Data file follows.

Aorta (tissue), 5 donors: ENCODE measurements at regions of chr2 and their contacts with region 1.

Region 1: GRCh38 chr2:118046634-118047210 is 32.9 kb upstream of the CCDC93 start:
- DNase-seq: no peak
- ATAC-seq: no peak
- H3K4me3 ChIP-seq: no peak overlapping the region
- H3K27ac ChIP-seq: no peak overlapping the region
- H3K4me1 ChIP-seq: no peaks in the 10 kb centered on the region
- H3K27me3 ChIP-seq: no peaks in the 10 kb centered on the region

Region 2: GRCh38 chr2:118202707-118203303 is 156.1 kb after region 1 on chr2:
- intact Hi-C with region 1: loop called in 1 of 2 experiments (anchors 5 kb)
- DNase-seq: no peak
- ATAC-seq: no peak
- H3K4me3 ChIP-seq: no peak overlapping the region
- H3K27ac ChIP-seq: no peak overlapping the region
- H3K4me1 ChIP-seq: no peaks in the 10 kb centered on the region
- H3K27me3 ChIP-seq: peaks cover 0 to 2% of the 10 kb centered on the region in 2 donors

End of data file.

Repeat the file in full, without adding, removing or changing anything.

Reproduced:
Aorta (tissue), 5 donors: ENCODE measurements at regions of chr2 and their contacts with region 1.

Region 1: GRCh38 chr2:118046634-118047210 is 32.9 kb upstream of the CCDC93 start:
- DNase-seq: no peak
- ATAC-seq: no peak
- H3K4me3 ChIP-seq: no peak overlapping the region
- H3K27ac ChIP-seq: no peak overlapping the region
- H3K4me1 ChIP-seq: no peaks in the 10 kb centered on the region
- H3K27me3 ChIP-seq: no peaks in the 10 kb centered on the region

Region 2: GRCh38 chr2:118202707-118203303 is 156.1 kb after region 1 on chr2:
- intact Hi-C with region 1: loop called in 1 of 2 experiments (anchors 5 kb)
- DNase-seq: no peak
- ATAC-seq: no peak
- H3K4me3 ChIP-seq: no peak overlapping the region
- H3K27ac ChIP-seq: no peak overlapping the region
- H3K4me1 ChIP-seq: no peaks in the 10 kb centered on the region
- H3K27me3 ChIP-seq: peaks cover 0 to 2% of the 10 kb centered on the region in 2 donors